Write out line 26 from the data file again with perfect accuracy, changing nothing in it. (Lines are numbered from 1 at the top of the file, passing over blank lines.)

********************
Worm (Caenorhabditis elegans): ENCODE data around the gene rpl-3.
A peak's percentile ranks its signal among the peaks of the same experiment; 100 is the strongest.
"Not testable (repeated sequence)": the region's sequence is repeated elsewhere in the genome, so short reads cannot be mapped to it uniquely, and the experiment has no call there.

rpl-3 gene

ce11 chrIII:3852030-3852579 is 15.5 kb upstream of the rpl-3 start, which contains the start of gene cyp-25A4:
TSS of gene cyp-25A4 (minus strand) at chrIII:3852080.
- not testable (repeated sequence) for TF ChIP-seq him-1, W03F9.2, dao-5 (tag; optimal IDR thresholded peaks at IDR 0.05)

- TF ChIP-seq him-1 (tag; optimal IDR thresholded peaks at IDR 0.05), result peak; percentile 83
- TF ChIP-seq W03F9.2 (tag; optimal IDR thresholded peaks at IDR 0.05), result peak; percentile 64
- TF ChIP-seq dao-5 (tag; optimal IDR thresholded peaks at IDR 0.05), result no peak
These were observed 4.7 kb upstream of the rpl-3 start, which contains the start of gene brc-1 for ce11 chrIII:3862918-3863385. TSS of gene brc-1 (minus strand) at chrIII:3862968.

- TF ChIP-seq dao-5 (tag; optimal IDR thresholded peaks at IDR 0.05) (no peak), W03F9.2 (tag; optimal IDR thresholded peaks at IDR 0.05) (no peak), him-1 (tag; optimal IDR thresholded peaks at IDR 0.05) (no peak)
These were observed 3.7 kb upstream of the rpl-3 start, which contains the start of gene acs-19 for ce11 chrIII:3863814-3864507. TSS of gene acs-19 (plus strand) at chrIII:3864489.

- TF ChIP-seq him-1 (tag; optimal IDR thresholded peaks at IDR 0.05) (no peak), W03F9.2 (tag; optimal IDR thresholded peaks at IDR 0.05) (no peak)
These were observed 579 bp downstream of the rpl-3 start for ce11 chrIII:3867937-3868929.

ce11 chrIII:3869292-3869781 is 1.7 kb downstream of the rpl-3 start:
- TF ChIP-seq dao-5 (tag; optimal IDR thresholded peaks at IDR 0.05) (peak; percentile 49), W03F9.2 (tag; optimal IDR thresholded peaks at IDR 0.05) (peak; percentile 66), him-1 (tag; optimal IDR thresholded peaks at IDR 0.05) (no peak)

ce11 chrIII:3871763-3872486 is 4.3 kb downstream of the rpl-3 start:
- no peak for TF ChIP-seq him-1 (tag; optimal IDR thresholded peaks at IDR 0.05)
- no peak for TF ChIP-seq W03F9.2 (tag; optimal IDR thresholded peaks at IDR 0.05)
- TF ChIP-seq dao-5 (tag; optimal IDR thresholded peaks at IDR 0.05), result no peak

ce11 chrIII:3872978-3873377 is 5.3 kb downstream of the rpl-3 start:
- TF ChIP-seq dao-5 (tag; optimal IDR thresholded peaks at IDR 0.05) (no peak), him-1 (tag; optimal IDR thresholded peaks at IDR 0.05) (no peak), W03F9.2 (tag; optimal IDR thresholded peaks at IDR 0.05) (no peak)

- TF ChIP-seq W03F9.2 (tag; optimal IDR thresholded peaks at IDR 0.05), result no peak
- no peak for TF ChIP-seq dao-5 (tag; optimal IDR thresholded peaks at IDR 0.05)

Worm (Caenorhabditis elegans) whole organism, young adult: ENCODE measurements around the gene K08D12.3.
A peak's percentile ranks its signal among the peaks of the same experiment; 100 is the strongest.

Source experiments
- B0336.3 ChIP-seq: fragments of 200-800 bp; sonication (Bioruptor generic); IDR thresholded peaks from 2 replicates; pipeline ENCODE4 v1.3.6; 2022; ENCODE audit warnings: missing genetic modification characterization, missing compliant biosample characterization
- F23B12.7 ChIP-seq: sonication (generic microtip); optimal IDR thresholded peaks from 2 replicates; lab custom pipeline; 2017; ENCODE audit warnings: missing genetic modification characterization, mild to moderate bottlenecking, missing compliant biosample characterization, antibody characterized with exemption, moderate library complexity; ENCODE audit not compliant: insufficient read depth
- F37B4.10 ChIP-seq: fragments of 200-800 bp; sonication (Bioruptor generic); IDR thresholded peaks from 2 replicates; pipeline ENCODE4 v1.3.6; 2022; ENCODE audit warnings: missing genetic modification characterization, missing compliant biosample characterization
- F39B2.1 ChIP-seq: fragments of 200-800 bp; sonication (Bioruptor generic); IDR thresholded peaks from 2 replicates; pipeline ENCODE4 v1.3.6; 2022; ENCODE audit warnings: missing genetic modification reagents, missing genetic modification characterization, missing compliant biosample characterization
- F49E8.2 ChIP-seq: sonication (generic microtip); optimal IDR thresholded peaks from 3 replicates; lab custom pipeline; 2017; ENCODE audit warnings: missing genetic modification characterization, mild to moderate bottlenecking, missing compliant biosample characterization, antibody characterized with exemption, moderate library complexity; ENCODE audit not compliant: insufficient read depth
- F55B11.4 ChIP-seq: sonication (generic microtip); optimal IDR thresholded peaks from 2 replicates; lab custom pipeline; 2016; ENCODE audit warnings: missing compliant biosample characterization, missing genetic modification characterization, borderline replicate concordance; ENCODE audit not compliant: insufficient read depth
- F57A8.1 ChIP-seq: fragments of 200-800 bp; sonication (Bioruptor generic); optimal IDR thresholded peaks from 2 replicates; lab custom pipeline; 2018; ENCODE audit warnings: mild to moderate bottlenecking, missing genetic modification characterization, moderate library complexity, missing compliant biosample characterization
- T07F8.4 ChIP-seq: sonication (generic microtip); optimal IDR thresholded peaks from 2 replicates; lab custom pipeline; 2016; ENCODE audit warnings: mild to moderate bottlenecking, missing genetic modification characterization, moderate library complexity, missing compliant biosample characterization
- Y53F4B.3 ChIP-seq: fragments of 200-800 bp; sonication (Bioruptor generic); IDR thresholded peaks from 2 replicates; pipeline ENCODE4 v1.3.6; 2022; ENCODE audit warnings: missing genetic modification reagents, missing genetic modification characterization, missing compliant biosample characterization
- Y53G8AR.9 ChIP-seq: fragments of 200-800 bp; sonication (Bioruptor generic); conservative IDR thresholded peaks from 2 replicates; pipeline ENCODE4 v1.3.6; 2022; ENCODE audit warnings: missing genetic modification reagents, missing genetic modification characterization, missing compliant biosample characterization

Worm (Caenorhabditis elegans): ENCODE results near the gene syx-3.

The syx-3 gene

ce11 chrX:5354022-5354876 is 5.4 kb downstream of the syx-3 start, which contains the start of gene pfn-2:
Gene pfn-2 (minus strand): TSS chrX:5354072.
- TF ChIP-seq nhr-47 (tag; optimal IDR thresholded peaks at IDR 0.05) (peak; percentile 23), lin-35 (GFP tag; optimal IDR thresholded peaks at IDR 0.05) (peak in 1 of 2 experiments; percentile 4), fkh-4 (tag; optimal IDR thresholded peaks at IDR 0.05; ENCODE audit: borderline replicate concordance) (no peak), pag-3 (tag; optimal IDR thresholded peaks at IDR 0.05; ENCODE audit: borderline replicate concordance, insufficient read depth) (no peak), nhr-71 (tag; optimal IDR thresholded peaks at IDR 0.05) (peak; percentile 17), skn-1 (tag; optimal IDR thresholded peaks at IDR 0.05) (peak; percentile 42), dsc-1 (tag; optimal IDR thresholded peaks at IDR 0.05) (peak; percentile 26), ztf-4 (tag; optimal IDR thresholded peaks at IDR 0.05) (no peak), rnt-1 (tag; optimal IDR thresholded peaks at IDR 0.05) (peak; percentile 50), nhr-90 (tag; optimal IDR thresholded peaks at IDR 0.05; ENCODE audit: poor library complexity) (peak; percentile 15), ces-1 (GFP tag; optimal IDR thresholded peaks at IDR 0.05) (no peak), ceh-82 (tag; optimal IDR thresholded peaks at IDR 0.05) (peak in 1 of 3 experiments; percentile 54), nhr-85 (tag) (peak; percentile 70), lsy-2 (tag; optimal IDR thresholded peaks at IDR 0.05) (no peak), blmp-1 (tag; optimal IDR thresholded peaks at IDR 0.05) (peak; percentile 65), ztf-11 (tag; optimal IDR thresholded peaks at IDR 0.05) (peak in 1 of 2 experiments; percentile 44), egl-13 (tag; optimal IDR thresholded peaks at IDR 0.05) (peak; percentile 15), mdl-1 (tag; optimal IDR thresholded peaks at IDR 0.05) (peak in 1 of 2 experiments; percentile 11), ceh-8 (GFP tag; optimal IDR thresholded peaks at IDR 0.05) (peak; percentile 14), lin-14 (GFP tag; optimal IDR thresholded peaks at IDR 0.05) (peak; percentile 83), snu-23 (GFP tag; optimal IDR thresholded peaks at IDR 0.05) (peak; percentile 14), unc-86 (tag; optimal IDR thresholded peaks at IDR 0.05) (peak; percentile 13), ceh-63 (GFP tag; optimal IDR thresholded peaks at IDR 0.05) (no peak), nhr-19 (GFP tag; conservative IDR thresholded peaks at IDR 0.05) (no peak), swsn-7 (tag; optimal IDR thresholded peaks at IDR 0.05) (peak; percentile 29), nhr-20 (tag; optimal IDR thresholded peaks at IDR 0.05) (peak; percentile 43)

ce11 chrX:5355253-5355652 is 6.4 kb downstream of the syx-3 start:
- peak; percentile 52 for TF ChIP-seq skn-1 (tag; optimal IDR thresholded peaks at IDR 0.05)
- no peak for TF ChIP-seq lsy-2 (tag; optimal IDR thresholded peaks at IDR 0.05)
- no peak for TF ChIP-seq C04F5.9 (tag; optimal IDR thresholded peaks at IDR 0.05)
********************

Worm (Caenorhabditis elegans) whole organism, young adult: ENCODE measurements around the gene K08D12.3.